Whole Foods Acquisition Improves Amazon Position
While this might seem like a bland statement, consider that Amazon was well on its way to this mark on its own before the Whole Foods acquisition in August 2017. Q1 and Q2 saw 35% gains YoY for the Amazon’s consumables (basically things you can find in a grocery store).
Whole Foods, Turkeys, and Locations
Consumables were on a tear before Whole Foods was brought in, but afterwards, there were two large jumps: immediately after the acquisition and with the addition of the 365 Everyday Value brand. Not included in these sales are the record number of turkeys that Whole Foods sold to Prime members who were given exclusive access to a coupon that enabled them to purchase Turkeys for $1.99/pound, or the increase in sales at Whole Foods since price cuts have started rolling out.
The real question remains: do Whole Foods locations – of which there are over 300 – help Amazon compete with Walmart and their more than 4,000 locations? If the recent closure of 63 Sam’s Club locations and the plan to change 10 of those into ecommerce distribution centers is any indication, then Walmart is feeling some pressure from Amazon. Time will tell if this race for distribution centers pays off, but it looks like Amazon has a leg up in acquiring DCs instead of shuttering locations and converting them.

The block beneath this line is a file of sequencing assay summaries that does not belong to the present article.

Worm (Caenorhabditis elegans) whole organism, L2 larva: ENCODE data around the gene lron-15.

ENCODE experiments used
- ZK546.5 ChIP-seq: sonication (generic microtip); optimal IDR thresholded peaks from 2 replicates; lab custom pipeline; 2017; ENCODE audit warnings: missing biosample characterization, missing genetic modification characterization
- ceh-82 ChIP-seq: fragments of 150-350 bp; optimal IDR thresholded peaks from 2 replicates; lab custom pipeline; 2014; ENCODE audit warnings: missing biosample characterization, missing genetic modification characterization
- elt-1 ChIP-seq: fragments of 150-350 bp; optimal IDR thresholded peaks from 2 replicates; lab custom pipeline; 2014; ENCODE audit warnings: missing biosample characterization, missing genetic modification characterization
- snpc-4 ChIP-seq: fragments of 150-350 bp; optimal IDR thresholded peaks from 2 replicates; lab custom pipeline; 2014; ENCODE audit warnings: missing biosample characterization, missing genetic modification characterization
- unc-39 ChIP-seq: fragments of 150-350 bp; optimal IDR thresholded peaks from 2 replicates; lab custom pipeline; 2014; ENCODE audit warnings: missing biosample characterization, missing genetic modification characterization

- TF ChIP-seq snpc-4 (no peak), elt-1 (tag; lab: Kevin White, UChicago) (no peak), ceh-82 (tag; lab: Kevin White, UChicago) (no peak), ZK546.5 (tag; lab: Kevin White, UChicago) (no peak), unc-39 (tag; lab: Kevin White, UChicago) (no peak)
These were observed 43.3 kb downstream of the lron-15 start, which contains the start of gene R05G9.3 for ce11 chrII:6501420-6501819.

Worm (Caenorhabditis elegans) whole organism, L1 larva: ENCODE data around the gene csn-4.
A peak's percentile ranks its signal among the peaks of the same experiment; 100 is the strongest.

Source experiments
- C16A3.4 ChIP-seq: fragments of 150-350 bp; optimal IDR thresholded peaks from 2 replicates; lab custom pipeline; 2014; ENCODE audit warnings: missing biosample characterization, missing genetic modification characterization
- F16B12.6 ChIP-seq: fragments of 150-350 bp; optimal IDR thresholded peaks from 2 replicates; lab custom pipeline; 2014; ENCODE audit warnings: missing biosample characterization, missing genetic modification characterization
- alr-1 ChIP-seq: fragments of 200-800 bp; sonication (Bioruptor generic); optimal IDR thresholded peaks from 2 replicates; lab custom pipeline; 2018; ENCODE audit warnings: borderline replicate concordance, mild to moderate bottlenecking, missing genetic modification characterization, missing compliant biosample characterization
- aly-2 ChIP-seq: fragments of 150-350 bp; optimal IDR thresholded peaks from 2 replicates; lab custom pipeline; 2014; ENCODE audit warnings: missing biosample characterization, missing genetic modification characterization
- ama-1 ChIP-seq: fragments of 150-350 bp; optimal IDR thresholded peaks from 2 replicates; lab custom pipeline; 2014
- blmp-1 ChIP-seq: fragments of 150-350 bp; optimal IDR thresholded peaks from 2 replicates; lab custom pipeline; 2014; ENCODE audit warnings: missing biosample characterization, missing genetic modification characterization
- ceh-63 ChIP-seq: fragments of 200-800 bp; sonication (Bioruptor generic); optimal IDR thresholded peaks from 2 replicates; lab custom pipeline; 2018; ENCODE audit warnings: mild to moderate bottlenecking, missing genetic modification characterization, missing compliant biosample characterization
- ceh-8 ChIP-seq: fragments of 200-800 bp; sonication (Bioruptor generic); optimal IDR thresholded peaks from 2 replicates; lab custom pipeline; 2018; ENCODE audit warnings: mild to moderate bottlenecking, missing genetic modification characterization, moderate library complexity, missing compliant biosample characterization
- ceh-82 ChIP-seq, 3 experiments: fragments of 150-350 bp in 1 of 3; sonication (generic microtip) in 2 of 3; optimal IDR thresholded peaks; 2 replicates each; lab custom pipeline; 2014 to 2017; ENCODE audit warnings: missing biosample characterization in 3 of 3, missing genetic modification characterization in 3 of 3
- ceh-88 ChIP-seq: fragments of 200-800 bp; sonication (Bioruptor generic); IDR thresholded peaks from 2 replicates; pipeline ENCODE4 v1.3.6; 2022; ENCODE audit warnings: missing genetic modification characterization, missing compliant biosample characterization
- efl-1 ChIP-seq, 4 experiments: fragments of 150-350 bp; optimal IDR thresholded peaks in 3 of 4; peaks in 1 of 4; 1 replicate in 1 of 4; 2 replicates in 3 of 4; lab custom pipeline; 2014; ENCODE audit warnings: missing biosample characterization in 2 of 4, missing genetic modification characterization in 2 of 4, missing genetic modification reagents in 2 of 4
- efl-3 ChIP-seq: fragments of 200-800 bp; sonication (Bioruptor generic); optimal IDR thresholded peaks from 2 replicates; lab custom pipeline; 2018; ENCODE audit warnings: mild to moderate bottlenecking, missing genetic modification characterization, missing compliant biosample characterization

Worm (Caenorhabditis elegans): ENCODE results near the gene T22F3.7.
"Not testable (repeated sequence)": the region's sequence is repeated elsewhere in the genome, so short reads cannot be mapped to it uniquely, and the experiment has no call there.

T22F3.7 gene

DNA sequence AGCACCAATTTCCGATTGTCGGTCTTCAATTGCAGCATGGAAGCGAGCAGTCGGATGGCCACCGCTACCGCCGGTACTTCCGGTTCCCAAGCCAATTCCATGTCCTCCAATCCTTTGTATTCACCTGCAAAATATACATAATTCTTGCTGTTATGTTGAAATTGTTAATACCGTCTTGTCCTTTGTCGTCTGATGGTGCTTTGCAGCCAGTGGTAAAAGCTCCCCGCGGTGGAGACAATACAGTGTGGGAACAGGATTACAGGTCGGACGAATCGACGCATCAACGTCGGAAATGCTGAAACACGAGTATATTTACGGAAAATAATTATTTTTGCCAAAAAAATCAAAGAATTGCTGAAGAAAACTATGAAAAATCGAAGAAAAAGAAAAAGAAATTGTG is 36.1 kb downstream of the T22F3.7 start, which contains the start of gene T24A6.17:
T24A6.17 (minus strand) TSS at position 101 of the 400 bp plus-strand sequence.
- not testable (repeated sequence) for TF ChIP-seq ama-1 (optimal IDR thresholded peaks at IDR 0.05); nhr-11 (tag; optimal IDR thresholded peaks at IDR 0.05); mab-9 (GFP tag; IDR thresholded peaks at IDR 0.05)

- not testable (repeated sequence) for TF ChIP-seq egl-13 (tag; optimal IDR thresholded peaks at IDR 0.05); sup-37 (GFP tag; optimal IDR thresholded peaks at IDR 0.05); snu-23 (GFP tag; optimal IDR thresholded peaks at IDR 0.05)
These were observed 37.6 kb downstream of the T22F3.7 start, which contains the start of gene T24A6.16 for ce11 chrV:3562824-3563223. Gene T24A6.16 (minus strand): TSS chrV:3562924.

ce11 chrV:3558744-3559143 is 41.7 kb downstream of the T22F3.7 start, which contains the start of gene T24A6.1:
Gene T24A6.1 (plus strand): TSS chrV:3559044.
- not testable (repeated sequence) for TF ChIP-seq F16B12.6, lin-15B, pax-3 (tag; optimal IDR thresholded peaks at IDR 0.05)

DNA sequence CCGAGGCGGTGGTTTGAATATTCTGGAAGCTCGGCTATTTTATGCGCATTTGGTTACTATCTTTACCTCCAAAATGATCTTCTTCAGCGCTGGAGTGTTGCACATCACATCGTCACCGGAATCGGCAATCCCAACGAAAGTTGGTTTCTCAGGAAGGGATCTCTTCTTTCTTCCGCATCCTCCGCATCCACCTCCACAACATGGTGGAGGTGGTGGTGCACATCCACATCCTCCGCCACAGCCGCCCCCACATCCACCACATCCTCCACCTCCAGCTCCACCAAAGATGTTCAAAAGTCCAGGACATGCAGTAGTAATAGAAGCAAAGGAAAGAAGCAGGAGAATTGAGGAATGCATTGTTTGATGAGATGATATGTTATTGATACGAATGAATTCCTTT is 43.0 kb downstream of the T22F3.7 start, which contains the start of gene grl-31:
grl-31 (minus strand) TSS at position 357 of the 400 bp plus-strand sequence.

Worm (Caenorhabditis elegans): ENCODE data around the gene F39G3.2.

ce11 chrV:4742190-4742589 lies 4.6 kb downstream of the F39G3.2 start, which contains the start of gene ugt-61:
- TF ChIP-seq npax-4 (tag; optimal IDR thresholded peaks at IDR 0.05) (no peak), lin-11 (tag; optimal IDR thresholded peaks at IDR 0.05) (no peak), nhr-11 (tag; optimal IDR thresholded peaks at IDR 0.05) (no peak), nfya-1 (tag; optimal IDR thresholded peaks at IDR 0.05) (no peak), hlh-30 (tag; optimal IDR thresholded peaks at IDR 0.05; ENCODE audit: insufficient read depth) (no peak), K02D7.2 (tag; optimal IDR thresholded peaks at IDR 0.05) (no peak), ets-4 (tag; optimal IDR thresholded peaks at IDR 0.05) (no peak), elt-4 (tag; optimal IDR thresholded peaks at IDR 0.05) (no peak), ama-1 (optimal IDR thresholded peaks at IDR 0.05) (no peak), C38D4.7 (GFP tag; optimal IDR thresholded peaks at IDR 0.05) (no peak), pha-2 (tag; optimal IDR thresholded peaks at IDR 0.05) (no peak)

The Pantry is Improving
In a move that resembles the vertical integration of the Steel Barons, Amazon now is able to sell its own brands in yet one more category. And if it isn’t selling its own brands, it can sell products that are coming from its own stores. This could also mean that Amazon Fresh becomes available in more locations very quickly. That is one area that Walmart is currently not competing in: fresh produce and grocery delivery.
Even though Amazon let the patent on one click checkout lapse, their subscription services and Dash buttons have already integrated themselves into many Millennial households. Combined with Amazon’s focus on Millennials and the aversion that many of the generation feel to big box stores like Walmart, it is looking like Amazon has positioned itself extremely well.
Now, consider that Amazon Prime members are fairly consistent as returning customers. In 2016, 30% of all Prime members made at least one purchase every week. In 2017, that number increased to 46%. That is a healthy number of consistent customers, which is perfect for categories like Pantry, Grocery, and Consumables where customers make purchases at least once every two weeks or so.